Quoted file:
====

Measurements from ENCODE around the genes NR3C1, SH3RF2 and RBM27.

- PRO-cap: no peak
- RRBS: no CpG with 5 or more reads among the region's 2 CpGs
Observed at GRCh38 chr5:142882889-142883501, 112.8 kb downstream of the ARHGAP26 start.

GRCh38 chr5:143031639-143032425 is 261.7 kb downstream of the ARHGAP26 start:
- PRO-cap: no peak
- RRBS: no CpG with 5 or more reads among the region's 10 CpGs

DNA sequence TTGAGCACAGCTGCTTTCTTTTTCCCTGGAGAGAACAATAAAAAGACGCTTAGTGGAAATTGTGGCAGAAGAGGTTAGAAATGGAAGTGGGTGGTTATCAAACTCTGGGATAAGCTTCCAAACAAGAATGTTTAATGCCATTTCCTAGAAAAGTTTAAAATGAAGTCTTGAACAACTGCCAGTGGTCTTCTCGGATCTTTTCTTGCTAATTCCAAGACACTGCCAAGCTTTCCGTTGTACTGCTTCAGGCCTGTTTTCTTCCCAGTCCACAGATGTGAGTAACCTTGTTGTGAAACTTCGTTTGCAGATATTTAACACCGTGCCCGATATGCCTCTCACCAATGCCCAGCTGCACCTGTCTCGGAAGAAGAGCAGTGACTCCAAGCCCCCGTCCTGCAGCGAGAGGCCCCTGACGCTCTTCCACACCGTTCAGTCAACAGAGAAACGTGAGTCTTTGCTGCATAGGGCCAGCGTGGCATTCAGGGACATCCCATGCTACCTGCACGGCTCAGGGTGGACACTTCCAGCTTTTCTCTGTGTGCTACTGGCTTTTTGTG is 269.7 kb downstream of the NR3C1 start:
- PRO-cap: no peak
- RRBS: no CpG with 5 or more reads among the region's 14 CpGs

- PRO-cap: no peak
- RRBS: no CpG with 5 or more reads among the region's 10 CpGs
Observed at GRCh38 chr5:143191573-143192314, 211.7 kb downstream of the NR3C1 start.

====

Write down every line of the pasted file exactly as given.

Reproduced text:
Measurements from ENCODE around the genes NR3C1, SH3RF2 and RBM27.

- PRO-cap: no peak
- RRBS: no CpG with 5 or more reads among the region's 2 CpGs
Observed at GRCh38 chr5:142882889-142883501, 112.8 kb downstream of the ARHGAP26 start.

GRCh38 chr5:143031639-143032425 is 261.7 kb downstream of the ARHGAP26 start:
- PRO-cap: no peak
- RRBS: no CpG with 5 or more reads among the region's 10 CpGs

DNA sequence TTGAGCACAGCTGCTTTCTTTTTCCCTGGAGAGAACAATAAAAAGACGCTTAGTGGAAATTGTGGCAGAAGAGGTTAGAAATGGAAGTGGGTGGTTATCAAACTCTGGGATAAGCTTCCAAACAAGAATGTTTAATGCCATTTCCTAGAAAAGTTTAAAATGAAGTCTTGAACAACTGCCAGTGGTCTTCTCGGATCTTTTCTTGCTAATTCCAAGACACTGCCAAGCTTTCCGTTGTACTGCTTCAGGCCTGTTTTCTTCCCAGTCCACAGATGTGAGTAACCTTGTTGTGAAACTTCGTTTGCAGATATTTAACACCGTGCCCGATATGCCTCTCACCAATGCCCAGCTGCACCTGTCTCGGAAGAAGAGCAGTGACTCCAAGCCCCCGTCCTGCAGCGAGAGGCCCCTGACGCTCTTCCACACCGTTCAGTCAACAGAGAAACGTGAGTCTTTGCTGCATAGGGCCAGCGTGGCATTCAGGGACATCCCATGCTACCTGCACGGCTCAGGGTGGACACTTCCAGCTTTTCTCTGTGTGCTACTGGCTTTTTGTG is 269.7 kb downstream of the NR3C1 start:
- PRO-cap: no peak
- RRBS: no CpG with 5 or more reads among the region's 14 CpGs

- PRO-cap: no peak
- RRBS: no CpG with 5 or more reads among the region's 10 CpGs
Observed at GRCh38 chr5:143191573-143192314, 211.7 kb downstream of the NR3C1 start.